Scripture is that corpus of literature deemed authoritative for establishing doctrine within any of a number of specific religious traditions, especially the Abrahamic religions.Such bodies of writings are also sometimes known as the canon of scripture. They are often associated with the belief that they were either given directly, or otherwise inspired, by God, or associated with other kinds of direct access to absolute truth. As such, the term scripture is more specific than religious text, which scholars apply even to mythological and ritual texts from ancient religions, where records of their authority (or heresy) have not survived.
This can be illustrated by the documentation of the Egyptian cult of Aten, which lasted less than a generation (ca 1350–1335 BC), having been suppressed as heresy. is an early Christian description of their beliefs. However, although this is clearly a religious text and is still highly valued by Christians today, it is not considered scripture because it is not among the sacred writings of either the Old or New Testaments. Scriptures are religious texts, the truth of which is received by believers based on faith or belief, in that faith is belief in the trustworthiness of a written/spoken idea that has not been proven.
- The Qur'an (also spelled, Koran)
Among Jewish sects
- The Tanakh
Among Catholic sects
- The Holy Bible (including the Deuterocanonical books)
Among protestant Christian sects at large
- The Holy Bible (various versions, most excluding Deuterocanonical books considered Apocryphal and non-canonical)
Among Latter-day saints (Mormon) and some derived sects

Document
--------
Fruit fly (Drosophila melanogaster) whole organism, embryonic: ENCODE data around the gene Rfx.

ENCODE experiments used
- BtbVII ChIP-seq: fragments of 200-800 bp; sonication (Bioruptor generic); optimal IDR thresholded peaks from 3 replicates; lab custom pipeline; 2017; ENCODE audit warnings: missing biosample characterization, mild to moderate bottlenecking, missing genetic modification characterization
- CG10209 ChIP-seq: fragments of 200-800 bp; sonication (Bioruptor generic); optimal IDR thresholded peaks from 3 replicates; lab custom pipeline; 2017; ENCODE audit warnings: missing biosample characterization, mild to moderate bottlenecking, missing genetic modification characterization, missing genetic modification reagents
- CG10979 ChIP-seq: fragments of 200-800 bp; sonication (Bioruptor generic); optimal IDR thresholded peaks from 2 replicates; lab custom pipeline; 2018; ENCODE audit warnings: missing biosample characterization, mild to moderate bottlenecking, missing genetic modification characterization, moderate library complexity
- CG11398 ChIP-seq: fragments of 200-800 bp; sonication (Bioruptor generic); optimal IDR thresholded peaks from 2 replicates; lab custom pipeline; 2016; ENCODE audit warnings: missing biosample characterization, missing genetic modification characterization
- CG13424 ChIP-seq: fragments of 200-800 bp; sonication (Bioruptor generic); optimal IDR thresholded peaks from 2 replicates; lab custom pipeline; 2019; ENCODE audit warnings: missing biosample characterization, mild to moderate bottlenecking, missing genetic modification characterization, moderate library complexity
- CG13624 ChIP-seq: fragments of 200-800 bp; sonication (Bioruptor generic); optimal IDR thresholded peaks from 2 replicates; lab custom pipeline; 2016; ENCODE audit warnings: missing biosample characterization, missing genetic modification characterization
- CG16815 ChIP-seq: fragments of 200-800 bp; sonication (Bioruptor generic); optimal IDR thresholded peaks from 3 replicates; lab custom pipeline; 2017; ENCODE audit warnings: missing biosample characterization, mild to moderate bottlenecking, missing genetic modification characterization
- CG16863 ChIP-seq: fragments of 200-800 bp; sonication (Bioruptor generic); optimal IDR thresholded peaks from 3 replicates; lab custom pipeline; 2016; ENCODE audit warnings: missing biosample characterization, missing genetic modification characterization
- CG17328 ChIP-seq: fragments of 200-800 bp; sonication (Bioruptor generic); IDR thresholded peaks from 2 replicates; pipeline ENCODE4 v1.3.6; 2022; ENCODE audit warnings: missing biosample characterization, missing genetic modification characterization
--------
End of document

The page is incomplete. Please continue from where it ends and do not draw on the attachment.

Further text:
- The Holy Bible (King James version), both testaments.
- There is a Joseph Smith translation, and though it is also counted as scripture, it is not officially used.
- The Book of Mormon
- The Doctrine and Covenants
- The Pearl of Great Price
- The Family: A Proclamation to the World
- The Living Christ: The Testimony of the Apostles
- Occasionally, some of the hymns (including at least one found in Hymns, 1985—no. 292) are deemed as scripture, teaching doctrines not necessarily taught elsewhere first.
- Latter-day saints believe in continuing scripture that may manifest itself in numerous ways, including directly from the Holy Ghost to ordained servants of God.
- ↑ John Miller and Aaron Kenedi, God's Breath: Sacred Scriptures of the World, (New York: Marlowe & Company, 2000).
- ↑ Paul Dundas expresses the opinion that,"In recent years there has been a welcome attempt on the part of historians of religion to dissociate sacred texts from the concept of 'scripture' in its literal sense, so common in conventional accounts of the great west Asian monotheistic traditions, of 'written word' enshrined in some kind of totally fixed canon."The Jains, (Routledge, 1992), p. 53.
- ↑ William P. Lazarus and Mark Sullivan. Comparative Religion for Dummies. John Wiley and Sons Ltd, United States, 2008
- ↑ What is religion?
- ↑ A history of "The Short-lived Cult of Aten"
- ↑ The Nicene Creed
- ↑ Definition of "scripture"
- ↑ Definition of faith
- ↑ Hymns, 1985, no. 292, verse 3
- ↑ See Doctrine and Covenants 68:2–4